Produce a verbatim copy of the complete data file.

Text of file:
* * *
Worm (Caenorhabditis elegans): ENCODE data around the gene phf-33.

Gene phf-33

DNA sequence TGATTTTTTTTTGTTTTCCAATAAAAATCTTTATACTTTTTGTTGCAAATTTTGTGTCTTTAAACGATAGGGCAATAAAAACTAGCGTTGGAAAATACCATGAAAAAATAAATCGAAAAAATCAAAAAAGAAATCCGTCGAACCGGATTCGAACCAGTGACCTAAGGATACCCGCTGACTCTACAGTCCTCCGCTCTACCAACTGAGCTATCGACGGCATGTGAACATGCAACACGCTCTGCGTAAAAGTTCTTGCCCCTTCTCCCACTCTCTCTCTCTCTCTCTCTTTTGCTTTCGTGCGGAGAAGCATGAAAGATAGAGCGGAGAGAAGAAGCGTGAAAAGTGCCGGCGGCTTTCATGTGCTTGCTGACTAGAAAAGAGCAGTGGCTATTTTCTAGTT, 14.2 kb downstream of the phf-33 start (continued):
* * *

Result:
Worm (Caenorhabditis elegans): ENCODE data around the gene phf-33.

Gene phf-33

DNA sequence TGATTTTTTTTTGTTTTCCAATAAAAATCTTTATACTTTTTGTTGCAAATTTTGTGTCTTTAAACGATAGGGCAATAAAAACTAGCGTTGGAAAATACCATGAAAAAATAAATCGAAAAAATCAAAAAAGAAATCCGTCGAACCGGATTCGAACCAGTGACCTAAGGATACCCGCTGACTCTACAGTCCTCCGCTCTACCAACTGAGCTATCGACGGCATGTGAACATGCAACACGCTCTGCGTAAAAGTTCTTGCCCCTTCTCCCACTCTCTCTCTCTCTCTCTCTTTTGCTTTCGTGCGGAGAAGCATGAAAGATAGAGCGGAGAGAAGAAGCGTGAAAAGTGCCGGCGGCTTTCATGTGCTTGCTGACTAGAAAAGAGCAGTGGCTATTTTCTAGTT, 14.2 kb downstream of the phf-33 start (continued):